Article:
Reaching for the Stars

Fresno, CA, USA -----------------------------------------------------------------------------------------------

It was in early August of 2007 when Fresno native Barbara Morgan and America's Teacher in Space shared her shuttle mission with ten million basil seeds. Those seeds had final destinations in classrooms across the country including a science class at American Avenue and Chestnut south of downtown Fresno.

That's where Dan Loewen teaches at the Fresno County Court School on the Juvenile Justice Center Campus, "I love it when their eyes open up and their world gets bigger." Dan Loewen wants the world and its universe to excite his students. He's also one of NASA's Educator Astronaut Teachers determined to bring math and science to students who are incarcerated at this juvenile detention center. Opening eyes to the universe here can be a real challenge. 16 year old Nick, a juvenile offender, answered our questions honestly, "Did you know it was going to be math and science? Not a clue."

Dan Loewen believes every one of these offenders should be taught to try, "Sometimes it's a little bit difficult and you have roadblocks, but when we make that fantastic move forward, its big move forward."

Outside the locked confines of this heavily guarded place the three teenage boys we met and talked with would likely be enemies. 16 year old Nick told us, "I went to school occasionally when I wasn't suspended or kicked out." The 'NASA' classes of Loewen and two other teachers are working to change that and get them focused on learning. They are says Loewen worth the effort, "This environment gives me an opportunity to make a difference."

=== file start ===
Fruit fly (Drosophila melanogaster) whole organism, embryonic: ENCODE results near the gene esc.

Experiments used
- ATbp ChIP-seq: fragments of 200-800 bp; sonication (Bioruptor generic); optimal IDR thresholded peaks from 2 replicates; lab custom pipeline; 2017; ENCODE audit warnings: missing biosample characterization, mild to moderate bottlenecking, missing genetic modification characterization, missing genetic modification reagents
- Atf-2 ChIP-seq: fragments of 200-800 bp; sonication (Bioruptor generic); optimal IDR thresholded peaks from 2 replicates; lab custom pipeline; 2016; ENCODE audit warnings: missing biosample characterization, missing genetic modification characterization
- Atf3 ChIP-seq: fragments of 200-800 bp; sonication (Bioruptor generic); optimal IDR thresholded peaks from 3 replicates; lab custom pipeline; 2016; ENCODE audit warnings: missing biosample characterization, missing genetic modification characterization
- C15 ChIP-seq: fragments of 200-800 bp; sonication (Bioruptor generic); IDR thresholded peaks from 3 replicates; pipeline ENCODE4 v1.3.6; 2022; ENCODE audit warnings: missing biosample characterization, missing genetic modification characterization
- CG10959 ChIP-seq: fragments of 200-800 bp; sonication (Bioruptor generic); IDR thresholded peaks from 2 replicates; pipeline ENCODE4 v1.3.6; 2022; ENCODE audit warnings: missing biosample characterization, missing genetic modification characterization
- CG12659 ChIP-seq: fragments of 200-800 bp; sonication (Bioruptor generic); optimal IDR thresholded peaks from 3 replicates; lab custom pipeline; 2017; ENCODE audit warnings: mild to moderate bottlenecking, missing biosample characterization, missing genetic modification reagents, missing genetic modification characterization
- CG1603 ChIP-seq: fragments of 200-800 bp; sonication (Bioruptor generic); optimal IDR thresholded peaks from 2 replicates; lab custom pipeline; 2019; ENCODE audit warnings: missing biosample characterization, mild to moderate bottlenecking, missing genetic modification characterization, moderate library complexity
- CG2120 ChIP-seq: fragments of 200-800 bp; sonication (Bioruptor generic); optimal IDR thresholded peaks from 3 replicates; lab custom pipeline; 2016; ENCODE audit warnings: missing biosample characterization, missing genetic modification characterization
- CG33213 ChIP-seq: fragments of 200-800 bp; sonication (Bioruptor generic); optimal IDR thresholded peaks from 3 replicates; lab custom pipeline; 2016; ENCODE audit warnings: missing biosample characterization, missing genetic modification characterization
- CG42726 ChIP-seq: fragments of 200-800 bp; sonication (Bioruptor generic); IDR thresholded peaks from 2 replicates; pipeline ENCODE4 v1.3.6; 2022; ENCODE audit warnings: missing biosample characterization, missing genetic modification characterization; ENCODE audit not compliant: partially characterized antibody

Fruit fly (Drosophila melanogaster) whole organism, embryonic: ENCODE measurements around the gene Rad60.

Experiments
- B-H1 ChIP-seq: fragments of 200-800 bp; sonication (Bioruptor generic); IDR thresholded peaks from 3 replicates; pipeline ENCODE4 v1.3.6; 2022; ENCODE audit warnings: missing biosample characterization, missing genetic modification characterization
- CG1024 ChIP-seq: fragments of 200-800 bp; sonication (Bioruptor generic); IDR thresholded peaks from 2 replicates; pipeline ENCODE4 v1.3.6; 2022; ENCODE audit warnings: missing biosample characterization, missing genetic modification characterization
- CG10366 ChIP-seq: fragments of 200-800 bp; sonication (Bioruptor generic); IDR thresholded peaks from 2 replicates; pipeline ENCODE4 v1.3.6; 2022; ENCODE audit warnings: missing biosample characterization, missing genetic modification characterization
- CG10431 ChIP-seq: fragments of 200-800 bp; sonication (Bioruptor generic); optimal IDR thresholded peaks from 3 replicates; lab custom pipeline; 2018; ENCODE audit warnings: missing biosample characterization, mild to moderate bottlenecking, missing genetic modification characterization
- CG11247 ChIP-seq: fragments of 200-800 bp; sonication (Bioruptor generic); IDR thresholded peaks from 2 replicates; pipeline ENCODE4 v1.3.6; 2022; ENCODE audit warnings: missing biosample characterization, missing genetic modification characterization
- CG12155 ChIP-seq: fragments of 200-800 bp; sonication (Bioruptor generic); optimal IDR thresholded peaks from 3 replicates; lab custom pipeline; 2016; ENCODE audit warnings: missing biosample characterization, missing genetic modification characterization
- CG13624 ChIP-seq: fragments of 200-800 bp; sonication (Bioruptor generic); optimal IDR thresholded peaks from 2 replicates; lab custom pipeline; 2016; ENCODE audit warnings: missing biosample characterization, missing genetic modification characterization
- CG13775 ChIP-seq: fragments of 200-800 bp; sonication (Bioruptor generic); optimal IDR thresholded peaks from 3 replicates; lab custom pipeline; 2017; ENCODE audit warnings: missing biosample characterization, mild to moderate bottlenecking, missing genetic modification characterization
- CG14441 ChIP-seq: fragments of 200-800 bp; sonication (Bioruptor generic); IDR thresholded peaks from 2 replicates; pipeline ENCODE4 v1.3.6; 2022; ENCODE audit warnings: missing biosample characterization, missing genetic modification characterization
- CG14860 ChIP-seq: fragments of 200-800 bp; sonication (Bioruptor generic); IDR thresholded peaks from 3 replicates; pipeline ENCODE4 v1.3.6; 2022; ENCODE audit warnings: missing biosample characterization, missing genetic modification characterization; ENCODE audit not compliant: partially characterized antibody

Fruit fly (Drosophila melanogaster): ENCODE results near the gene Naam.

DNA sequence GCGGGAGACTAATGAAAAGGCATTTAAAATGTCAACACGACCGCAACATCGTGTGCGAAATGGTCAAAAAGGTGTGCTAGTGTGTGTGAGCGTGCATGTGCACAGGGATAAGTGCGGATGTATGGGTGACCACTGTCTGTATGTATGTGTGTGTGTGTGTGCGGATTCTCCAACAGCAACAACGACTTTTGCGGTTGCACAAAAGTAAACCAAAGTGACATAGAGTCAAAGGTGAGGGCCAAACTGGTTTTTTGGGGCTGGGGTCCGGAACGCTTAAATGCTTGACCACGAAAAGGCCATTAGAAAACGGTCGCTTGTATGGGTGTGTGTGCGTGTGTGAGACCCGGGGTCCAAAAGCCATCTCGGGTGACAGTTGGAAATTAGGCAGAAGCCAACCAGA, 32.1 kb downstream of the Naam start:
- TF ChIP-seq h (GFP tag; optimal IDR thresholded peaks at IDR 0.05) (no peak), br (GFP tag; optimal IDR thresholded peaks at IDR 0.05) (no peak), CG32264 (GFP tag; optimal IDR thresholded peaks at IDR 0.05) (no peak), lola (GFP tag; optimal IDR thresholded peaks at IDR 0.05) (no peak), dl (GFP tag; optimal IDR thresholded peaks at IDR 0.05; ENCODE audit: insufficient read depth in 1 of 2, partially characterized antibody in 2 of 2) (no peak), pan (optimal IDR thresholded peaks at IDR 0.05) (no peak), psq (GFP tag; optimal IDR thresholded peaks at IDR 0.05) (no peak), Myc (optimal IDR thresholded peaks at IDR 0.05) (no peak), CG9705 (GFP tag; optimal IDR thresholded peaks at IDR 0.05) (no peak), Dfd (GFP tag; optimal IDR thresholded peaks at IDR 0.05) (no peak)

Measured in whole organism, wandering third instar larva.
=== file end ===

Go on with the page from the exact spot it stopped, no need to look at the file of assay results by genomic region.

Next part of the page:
Legally we can't show you their faces but you can plainly hear what these teens are learning in their voices. 15 year old Cory said the class is opening his eyes to the power of working together to solve a problem, design a plane or make something work, "Like some people will see something and I'll see something completely different but when we tie it together it comes out to be something better than both of us."

Corey and Nick are newcomers to the NASA class but last semester Anthony was there helping design and builds a chamber where plants could be watered in micro-gravity. This was a NASA challenge that students all over the country were tackling.

This class in Fresno County is the only one being conducted inside a place where the students are locked up. Anthony - 17 years old Anthony told us working on the project has motivated him to get out of the world of criminal behavior, "We actually got to be involved with something that was more than just juvenile hall."

The teachers took the student's chambers to NASA's Ames Research Center here in California where they and the projects were flown in zero gravity to test their work, "We wanted to know could it withstand the rigors of micro gravity and we were very pleased with our results." Dan Loewen's kids had done it. These incarcerated students worked side by side during 2 hours a week allotted for this class. They achieved success and NASA's respect. Their next challenge will be to, "Get something to grow inside those chambers."

Loewen is hopeful that the science and life lessons learned here will help these students succeed on the outside. Anthony has no doubts at all, "Math and science can fit anywhere in my future, just all depends on where I want to take myself."

We plan to stay in touch with the NASA kids and teachers at the Fresno County Court School and will bring you updates on their progress in and out of custody.


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